Riley's Crisps founder, 94, returns to 'out of this world' Golden Wonder factory
Riley's Crisps founder, 94, returns to 'out of this world' factory
By Scunthorpe Telegraph | Posted: 26 Oct 2016
EX-SCUNTHORPE steelworker Alfred William "Biff" Riley made a sentimental journey to look over the back-street business he turned into a multi-million pound industry for the town.
It was his first visit in more than 20 years to the Colin Road factory of Golden Wonder crisps and the co-founder had to admit he was amazed at the changes that had taken place.
His visit also co-incided with the 10th anniversary of the takeover of the business and the 350-strong workforce by the Northern Ireland-based Tayto Group.
Yaddlethorpe-based Biff, 94, who was joined by his daughter Sue Denton and niece Annette Paton, recalled in his day the weekly output of crisps was half a million bags.
Biff Riley pictured with Jimmy Cooper
Now, thanks to heavy automation the plant produces 23 million bags a week on a 24/7 basis either on a five-day or seven-day rota depending on demand.
Wheelchair-bound Biff, who sold the business in 1981 for a seven-figure sum, could not conceal his admiration when he enthused: "It's out of this world."
His guide for the afternoon was an ex-employee Jimmy Cooper, who at one time used to clean his car!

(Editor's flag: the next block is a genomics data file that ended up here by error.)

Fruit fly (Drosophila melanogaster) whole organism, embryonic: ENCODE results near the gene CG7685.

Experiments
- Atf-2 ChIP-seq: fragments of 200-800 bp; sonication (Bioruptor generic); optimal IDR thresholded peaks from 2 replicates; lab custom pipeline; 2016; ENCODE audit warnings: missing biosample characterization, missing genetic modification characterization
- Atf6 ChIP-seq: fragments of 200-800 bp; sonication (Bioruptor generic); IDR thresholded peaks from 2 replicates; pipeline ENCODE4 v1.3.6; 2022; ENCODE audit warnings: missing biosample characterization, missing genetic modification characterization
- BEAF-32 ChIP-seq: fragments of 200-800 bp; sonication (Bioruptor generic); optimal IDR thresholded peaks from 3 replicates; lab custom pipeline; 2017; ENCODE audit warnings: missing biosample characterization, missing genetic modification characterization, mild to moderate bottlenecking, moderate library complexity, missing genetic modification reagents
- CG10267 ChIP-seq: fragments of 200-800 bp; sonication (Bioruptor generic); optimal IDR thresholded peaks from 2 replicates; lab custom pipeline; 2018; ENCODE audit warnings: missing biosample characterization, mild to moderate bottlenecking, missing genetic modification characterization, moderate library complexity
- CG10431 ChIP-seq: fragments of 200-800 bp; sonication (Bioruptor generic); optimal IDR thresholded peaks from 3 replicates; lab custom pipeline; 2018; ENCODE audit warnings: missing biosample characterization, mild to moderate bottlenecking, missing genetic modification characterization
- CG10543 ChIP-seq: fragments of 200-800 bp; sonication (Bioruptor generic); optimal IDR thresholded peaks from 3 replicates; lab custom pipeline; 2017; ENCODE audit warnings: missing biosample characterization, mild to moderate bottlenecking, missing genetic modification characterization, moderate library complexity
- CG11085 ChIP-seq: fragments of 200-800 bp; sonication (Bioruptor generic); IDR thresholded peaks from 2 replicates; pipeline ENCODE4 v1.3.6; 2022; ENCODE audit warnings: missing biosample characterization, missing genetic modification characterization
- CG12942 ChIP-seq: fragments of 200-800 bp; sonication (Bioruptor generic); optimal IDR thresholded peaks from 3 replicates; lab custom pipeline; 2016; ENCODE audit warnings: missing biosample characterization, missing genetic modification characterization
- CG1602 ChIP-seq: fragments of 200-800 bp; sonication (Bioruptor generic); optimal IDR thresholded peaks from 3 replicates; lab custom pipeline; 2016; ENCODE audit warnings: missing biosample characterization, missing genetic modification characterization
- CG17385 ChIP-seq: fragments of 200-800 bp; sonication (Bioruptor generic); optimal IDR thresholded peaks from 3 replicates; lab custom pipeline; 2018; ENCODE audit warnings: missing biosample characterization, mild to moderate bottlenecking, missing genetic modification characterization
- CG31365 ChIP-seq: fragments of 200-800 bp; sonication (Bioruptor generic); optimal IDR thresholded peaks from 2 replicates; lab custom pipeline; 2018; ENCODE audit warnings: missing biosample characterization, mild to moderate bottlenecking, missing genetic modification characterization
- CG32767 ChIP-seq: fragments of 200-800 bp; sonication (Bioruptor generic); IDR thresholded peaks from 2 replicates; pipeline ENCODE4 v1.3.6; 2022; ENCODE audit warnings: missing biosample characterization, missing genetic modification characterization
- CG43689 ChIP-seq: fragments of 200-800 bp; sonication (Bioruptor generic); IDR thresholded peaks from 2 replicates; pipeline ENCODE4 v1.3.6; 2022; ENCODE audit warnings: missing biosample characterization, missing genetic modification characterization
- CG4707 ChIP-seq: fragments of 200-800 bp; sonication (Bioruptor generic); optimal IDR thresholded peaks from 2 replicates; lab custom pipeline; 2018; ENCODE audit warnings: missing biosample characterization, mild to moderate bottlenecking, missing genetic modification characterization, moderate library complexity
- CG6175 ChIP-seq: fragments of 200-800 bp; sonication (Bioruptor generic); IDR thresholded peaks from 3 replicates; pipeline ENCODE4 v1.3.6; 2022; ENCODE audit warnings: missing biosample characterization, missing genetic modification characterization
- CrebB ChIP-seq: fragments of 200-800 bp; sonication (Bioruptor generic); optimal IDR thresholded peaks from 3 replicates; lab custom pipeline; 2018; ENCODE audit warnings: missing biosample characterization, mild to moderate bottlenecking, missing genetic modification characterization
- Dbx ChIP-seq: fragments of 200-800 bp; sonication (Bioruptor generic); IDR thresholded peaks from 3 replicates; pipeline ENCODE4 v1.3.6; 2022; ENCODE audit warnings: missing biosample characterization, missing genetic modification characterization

Jimmy, now the manufacturing manager, joined the company in 1979 as a factory cleaner.
He told his former mentor the Scunthorpe site currently used 1,200 tonnes a week of potatoes from seven different varieties.
The spuds in turn become nine different flavours of Golden Wonder crisps including pickled onion and sausage and tomato.
The company began from humble beginnings in a back street fish and chip shop on Scunthorpe's Allenby Street run by Bill Riley, the dad of steelworkers Biff and Dennis Riley. Dennis died in 2002.
94-year-old Biff Riley chats with Marie Dickinson during a tour of the factory
For three years in the early days the brothers produced their own crisps, using the fryers in their dad's shop, and sold their crisps locally.
As the company grew, the brothers gave up their full-time jobs to focus on their company. Back then sales of Rileys Crisps were still centred on North Lincolnshire, but were beginning to spread to adjacent towns.
By 1958, the brothers were producing a rapidly increasing volume of crisps and two years later they decided to move from Allenby Street to a factory site on Colin Road.
In 1972 a new employee arrived on the scene in the shape of Bob Curgenven, who effectively took over the reins and helped the business reach its potential to sell crisps world-wide.
In June 1981, Mr Curgenven, together with key senior managers, purchased the business from Biff and Dennis.
The sales of Rileys Crisps continued to grow and expand, selling as far away as Gibraltar.
Since then the crisp-making business in Colin Road has undergone six more changes of ownership, including Rowntrees and Sooner Foods.
The Tayto Group rescued the firm from administration in 2006 and the factory now produces Golden Wonder crisps.
Tatyo chiefs are planning a double celebration in 2017 to mark the 70th anniversary of the Scunthorpe business and the invention of Golden Wonder crisps by Edinburgh baker William Alexander.
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